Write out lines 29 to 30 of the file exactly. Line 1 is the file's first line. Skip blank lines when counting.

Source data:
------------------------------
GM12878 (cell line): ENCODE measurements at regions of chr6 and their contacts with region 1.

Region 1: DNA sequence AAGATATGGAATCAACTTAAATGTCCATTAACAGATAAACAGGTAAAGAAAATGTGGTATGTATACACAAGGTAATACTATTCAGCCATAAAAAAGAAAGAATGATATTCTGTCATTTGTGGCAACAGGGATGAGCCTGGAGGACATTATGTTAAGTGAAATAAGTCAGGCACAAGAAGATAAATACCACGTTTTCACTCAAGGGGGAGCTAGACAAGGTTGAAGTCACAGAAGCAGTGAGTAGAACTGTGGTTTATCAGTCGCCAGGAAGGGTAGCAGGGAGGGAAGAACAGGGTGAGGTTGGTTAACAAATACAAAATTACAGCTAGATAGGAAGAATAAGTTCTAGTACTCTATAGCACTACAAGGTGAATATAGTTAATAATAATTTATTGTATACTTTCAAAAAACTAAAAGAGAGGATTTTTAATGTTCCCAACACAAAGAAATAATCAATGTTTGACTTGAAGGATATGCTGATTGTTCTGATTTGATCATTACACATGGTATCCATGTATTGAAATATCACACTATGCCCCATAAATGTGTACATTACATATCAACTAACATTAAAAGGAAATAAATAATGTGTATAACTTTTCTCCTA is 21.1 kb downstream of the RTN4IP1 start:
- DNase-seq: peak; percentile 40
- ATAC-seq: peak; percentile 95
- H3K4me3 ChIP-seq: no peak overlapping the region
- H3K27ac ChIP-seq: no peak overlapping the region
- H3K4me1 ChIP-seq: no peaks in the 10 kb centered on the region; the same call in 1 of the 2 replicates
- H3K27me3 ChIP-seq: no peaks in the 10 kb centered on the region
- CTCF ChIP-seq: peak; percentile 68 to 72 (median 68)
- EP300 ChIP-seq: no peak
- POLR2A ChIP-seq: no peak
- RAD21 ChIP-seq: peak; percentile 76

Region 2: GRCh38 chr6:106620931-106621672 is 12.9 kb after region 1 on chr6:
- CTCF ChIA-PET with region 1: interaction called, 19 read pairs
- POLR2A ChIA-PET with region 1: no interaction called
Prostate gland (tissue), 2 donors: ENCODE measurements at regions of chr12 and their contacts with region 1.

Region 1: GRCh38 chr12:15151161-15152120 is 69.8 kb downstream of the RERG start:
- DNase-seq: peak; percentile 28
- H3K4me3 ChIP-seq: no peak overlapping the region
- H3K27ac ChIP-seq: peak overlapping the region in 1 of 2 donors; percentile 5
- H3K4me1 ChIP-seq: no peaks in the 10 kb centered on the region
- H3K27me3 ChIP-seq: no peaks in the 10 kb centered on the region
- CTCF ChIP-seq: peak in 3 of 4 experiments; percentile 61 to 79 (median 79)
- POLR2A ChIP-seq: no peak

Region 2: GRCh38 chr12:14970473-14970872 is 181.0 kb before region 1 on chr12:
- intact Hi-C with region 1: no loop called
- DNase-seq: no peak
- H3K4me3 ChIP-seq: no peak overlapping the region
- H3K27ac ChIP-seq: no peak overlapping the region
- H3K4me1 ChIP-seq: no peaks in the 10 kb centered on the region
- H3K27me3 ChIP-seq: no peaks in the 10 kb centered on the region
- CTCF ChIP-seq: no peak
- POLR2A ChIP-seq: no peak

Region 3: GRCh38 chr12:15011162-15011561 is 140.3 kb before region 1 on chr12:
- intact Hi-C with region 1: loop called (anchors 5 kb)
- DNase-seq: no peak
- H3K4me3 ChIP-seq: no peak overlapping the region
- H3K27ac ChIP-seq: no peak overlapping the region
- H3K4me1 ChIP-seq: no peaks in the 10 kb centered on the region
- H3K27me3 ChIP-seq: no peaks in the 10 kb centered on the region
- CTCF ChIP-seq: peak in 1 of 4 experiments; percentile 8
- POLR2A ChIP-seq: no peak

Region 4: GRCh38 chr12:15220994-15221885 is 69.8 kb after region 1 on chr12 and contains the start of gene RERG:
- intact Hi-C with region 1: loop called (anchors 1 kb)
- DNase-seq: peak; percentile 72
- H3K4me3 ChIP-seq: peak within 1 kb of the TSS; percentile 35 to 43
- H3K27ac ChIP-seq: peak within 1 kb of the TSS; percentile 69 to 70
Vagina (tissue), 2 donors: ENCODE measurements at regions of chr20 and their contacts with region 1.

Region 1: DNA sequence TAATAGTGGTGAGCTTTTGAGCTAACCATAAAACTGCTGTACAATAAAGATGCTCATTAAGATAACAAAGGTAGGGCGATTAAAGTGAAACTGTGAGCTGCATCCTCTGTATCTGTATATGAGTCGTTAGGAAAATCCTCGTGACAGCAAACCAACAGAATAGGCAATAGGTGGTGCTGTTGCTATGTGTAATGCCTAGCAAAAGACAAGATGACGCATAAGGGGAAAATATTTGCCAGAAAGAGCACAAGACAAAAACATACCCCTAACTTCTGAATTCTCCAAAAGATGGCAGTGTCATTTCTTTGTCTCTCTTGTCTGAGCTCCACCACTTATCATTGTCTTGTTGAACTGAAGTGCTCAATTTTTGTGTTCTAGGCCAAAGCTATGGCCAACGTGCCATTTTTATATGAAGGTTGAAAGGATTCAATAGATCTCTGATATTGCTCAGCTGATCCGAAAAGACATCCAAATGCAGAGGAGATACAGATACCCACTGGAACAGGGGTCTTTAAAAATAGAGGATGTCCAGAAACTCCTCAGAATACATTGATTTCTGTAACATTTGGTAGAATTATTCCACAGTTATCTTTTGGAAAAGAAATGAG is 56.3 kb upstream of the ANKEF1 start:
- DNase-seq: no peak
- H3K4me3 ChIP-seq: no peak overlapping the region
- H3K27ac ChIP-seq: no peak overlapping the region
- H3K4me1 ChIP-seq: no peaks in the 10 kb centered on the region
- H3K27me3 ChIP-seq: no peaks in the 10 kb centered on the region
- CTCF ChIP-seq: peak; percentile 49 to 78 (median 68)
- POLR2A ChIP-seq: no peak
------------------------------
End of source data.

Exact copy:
- H3K27ac ChIP-seq: no peak overlapping the region
- H3K4me1 ChIP-seq: no peaks in the 10 kb centered on the region